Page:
Jack squinted at the constellation in question. "Nah," he replied, swaying a little as he lifted his bottle of rum, "it's a unicorn, Eddie. See," he said, dragging his bottle in a short line, "there's its horn. And *that,*" he smiled, pointing, "is the lovely virgin he's about to deflower. See her bosoms?"

Norrington frowned. "I thought unicorns protected a virgin's virtue?"

"Not this one," Sparrow assured him with absolute certainty. He draped a friendly arm across Norrington's shoulders and leaned companionably against him. The rum bottle was lifted and aimlessly waved for emphasis. "*This beast is a rogue, a scalawag, and it is his sworn duty in life to corrupt the innocent and show them things they've never seen before."

Only the corner of Norrington's mouth twitched. "Like lascivious unicorns and the Lady in the sea?"

"Aye, son," Sparrow grinned, breathing rum fumes in Norrington's direction, "you're catchin' on. Things just like that."


The *Black Pearl* departed the harbor of Sangre de Cristo in favor of the open ocean. Captain Jack Sparrow stood at her helm, his hands on the wheel, reveling in the glory of sea and sky and sunshine. He closed his eyes, oblivious to the bustling crewmen around him, and listened to waves whispering secrets against the *Pearl's* hull, and to the discordant laughter of gulls overhead. The wind ran ethereal fingers through his hair, pushing it back from his face. He was home again.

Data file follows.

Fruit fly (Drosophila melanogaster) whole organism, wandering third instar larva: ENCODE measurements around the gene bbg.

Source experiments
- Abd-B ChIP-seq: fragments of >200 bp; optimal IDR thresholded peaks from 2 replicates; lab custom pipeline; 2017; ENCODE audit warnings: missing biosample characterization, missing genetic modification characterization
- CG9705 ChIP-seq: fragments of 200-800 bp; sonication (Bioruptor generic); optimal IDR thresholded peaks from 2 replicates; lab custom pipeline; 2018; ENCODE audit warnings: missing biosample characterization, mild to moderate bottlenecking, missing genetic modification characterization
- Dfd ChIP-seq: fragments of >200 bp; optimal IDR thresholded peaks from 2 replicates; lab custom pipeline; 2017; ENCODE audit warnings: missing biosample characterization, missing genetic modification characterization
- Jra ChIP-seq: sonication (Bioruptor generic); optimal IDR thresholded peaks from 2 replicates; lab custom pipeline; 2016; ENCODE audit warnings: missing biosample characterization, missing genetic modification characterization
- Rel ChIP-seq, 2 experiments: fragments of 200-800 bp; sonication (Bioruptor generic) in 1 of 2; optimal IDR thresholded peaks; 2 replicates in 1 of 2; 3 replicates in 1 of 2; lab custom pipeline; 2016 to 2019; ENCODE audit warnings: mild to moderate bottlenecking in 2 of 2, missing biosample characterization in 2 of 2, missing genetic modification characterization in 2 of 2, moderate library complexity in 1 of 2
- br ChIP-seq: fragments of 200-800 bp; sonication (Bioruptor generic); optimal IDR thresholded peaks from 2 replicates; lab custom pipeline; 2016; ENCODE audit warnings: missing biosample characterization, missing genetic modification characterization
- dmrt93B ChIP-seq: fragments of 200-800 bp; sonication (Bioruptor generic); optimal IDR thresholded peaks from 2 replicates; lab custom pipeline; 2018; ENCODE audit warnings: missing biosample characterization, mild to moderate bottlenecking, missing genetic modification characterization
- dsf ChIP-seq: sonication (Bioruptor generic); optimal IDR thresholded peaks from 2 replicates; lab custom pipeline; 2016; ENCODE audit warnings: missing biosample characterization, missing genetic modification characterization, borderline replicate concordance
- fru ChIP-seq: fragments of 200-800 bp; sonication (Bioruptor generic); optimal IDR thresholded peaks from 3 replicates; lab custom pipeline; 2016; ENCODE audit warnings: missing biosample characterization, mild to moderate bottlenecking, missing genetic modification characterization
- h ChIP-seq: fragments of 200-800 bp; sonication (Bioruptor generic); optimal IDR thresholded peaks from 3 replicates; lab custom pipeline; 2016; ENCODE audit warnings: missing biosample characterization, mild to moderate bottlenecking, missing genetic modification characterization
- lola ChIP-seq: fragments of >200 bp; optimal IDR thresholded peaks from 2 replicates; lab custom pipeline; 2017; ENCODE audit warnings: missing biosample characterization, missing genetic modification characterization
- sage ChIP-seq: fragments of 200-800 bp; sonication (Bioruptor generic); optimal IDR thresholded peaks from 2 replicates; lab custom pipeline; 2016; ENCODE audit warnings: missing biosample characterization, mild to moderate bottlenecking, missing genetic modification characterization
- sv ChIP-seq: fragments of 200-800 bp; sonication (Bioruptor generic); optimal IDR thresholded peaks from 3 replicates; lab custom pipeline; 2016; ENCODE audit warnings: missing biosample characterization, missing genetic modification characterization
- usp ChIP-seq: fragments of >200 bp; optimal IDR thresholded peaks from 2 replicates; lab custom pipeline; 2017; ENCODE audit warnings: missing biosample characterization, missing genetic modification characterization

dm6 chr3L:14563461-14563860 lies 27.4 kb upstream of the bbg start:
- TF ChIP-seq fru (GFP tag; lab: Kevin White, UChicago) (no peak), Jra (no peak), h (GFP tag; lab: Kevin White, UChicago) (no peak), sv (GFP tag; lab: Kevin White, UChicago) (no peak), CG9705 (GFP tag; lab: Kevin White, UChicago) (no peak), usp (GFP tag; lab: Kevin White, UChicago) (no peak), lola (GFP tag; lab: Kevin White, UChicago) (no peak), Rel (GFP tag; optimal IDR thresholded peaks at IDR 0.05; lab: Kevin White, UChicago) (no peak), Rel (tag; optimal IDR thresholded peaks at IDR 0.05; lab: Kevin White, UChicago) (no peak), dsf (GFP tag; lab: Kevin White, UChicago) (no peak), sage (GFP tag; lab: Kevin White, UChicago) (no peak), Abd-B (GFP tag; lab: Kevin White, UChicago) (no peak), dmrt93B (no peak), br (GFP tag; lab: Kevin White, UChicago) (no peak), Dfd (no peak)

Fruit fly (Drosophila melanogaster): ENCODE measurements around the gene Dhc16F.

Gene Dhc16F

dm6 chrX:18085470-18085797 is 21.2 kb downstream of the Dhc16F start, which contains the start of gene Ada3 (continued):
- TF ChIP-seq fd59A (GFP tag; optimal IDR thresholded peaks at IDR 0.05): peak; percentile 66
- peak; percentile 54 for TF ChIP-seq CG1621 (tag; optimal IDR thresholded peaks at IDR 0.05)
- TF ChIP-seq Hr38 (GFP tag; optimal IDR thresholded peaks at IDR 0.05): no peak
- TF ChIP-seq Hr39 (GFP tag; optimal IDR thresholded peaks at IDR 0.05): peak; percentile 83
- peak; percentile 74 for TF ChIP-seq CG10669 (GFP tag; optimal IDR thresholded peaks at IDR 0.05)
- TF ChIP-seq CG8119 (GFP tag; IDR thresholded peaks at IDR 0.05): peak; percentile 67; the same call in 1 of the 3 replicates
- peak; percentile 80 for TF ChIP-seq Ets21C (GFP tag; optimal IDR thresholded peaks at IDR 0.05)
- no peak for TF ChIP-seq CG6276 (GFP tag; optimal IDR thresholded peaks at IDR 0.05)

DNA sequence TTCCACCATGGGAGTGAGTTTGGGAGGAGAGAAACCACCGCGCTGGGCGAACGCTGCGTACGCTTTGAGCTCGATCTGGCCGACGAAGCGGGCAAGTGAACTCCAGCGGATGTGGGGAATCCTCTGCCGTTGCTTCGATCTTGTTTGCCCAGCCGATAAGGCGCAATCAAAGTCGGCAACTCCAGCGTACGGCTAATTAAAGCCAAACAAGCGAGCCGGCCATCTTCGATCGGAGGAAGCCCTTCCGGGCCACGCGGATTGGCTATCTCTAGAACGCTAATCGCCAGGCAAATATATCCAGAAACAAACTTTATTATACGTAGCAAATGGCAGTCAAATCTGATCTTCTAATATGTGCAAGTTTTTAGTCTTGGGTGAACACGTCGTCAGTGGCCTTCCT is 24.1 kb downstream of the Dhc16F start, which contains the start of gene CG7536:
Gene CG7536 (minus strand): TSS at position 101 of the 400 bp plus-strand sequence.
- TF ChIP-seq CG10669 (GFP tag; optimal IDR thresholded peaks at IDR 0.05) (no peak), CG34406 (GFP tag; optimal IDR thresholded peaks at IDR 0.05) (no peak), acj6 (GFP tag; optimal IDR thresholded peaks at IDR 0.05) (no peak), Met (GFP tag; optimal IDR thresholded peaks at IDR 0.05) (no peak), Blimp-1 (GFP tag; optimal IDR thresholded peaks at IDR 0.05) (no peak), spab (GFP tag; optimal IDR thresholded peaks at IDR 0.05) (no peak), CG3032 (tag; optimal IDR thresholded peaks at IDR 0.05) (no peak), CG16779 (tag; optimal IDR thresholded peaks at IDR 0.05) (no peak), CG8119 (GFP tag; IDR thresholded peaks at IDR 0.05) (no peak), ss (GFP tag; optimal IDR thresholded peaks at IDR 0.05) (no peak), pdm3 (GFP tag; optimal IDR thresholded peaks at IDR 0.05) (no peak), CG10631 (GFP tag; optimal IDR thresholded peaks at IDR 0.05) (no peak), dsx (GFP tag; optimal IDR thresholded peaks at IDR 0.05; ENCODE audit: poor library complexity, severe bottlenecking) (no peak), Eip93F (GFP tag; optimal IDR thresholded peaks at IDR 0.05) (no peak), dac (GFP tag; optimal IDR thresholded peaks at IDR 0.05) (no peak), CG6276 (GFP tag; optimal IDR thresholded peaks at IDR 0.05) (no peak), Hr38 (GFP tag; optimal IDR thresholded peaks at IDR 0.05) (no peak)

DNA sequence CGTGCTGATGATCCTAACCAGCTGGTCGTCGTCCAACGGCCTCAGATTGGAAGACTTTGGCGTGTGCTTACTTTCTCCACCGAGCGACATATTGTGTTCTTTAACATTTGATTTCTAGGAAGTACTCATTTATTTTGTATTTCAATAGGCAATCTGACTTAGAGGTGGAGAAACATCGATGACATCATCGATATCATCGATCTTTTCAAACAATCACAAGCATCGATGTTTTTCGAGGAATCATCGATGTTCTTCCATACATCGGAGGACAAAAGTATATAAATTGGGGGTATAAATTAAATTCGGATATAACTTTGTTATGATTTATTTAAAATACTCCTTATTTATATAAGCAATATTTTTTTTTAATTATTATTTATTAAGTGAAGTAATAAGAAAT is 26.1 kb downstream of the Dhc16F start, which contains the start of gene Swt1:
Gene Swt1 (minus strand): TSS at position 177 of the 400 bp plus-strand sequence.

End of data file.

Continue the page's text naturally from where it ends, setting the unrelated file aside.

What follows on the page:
"I don't understand." AnaMaria's voice. She slipped beneath his arm and snuggled close against him. Smiling, Sparrow returned the embrace. Only then did he open his eyes to smile into hers.

"What's there to understand, luv? I'm back."

"But Norrington had you," she returned, gazing into his face. "He had you in his custody. Why'd he let you go?"

"He didn't let me go. I escaped."

AnaMaria made a small moue of disbelief. "Under the eyes of a whole crew of armed marines, you escaped from a warship's brig at just the precise moment the courier told us to meet you in Sangre de Cristo?"

"Fodder for the legend, darlin."

AnaMaria's eyes narrowed suspiciously. "Jack?"